There are, however, some notes of caution to add to this rosy picture. India has a history of protectionism, which can make it less competitive in terms of attracting large FDI. As Meghna Nair observes: “In order to ramp up the manufacturing in India on a large scale and maintain quality, better infrastructure and skilled labour will be the need of the hour. In order to attract all these factories and other component players to invest in India, it is important to make sure that the policies are very strong. There are still gaps which need to be addressed and it will take a while to replace China, which has a huge advantage.”

Other potential issues include manufacturing ecosystem gaps, making it slower to transport goods to market. In particular, first- and last-mile logistical connectivity gaps remain.

Higher value-added manufacturing activities may also face a skilled-worker shortage. Training should alleviate this, although it will add to labour costs.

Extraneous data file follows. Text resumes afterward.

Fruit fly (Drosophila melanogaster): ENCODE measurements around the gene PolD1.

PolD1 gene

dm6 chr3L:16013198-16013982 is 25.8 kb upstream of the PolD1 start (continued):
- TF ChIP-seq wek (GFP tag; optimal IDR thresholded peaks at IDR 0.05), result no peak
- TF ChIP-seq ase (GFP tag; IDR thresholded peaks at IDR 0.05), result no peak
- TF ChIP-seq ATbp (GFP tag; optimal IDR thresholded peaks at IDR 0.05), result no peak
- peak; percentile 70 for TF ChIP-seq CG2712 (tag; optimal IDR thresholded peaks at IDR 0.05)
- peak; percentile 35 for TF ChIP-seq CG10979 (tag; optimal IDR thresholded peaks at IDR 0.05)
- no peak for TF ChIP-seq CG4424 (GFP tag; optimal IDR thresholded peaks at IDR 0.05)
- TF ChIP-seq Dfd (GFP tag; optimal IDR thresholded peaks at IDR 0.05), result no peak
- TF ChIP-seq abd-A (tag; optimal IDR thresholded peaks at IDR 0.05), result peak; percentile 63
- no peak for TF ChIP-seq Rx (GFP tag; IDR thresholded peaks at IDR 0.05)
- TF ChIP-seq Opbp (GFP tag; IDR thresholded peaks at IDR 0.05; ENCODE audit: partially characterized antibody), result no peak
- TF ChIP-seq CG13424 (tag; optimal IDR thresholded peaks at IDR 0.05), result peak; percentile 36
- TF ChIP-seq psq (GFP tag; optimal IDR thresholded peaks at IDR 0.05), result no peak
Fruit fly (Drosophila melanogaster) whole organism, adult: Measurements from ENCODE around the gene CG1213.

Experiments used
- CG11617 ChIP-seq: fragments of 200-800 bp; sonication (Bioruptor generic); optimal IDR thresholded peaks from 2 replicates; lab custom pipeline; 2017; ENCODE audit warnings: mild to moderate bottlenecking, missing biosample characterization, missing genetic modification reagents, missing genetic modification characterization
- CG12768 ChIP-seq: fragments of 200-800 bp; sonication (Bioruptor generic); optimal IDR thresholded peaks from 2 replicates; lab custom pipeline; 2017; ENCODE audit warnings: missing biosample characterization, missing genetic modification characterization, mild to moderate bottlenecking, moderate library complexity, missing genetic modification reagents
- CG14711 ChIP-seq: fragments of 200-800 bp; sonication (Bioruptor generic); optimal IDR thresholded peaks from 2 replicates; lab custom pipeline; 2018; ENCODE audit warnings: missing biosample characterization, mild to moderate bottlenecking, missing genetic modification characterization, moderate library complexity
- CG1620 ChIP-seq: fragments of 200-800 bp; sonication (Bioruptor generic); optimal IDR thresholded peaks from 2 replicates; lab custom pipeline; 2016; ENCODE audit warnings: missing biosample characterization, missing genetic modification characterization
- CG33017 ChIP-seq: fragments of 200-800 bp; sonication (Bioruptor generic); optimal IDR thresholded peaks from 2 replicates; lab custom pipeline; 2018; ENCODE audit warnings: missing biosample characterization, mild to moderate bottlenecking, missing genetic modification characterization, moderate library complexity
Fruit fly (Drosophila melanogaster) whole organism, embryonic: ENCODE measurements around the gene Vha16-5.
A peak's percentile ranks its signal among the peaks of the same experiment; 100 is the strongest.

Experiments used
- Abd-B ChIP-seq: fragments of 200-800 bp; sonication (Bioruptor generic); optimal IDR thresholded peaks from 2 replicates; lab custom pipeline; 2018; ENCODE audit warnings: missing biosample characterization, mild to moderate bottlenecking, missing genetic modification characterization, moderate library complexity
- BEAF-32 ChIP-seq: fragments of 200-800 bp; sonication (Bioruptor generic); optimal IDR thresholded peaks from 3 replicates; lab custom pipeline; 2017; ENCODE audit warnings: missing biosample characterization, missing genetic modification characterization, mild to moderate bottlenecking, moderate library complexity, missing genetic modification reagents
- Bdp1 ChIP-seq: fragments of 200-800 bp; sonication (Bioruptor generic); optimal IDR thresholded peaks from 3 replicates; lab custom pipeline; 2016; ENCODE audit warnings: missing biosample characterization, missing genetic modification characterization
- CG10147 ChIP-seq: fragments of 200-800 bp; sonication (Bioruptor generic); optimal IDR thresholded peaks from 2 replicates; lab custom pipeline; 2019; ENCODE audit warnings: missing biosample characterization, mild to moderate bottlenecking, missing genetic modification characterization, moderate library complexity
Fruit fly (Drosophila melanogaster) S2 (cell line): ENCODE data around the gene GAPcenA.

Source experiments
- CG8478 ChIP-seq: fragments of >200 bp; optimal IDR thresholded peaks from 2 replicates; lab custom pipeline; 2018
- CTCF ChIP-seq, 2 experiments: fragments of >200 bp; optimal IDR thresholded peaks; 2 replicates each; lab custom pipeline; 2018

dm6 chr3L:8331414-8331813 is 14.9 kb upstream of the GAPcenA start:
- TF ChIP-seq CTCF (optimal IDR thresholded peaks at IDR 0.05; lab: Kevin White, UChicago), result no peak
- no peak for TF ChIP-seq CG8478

Despite improved global ranking for ease of doing business ranking, bureaucratic delays remain common. Legal recourse is also still not very robust. Resolving disputes through the courts can be time-consuming and cumbersome, particularly with dispute resolution and contract enforcement.

Are there any practical tips for companies thinking of trading in India?

The good news is that measures are being taken to overcome the above issues. Various business-friendly financial reforms and initiatives have been implemented over nearly a decade by the Narendra Modi-led government.

The strong government investment and push for infrastructure and logistics development also continues. So the situation is likely to improve for would-be investors soon.

For now, establishing a local presence or having a local partner is definitely advantageous. They can often advise on local regulations and may also have practical experience of settling disputes. They can additionally assist with business-critical issues such as trade credit risk.

As India’s global presence grows, so will opportunities. Businesses with a clear strategy for this exciting and growing market look set to reap dividends.